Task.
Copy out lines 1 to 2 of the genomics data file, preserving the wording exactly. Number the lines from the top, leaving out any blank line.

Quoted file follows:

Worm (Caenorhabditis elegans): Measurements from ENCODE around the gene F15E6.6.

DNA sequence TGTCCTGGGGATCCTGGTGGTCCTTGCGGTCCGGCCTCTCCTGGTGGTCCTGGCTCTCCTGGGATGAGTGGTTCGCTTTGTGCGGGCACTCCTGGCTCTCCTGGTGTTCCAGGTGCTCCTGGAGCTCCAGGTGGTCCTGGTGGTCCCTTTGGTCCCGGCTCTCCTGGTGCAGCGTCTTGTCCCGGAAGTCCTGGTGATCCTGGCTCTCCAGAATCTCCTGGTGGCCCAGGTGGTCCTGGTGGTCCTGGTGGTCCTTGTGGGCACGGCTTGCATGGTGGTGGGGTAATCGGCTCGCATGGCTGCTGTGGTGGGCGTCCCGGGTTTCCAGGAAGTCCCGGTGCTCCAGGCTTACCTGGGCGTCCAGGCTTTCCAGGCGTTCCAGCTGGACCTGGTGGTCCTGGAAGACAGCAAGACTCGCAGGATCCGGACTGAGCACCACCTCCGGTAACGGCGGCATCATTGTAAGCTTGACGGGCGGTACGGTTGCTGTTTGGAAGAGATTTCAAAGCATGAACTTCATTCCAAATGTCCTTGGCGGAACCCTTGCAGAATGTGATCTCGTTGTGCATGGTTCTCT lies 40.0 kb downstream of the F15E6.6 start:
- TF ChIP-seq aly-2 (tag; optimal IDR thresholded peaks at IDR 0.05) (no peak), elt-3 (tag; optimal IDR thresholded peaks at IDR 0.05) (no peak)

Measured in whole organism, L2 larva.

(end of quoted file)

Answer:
Worm (Caenorhabditis elegans): Measurements from ENCODE around the gene F15E6.6.

DNA sequence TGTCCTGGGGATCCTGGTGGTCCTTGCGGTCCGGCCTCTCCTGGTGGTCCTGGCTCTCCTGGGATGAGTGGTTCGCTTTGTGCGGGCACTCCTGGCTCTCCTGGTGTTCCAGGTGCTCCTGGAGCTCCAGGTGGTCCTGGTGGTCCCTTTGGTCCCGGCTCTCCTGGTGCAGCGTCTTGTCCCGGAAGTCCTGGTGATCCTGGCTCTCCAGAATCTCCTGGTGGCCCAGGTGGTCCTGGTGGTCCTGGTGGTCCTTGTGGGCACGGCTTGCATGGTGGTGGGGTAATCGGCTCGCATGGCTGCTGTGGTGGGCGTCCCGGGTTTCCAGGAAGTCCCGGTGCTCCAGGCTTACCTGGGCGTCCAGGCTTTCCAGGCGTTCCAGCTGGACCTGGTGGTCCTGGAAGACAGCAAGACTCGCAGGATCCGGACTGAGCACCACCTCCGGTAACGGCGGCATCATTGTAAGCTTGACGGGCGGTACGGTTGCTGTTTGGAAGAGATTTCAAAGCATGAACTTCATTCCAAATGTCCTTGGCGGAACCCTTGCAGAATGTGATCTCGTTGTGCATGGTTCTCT lies 40.0 kb downstream of the F15E6.6 start: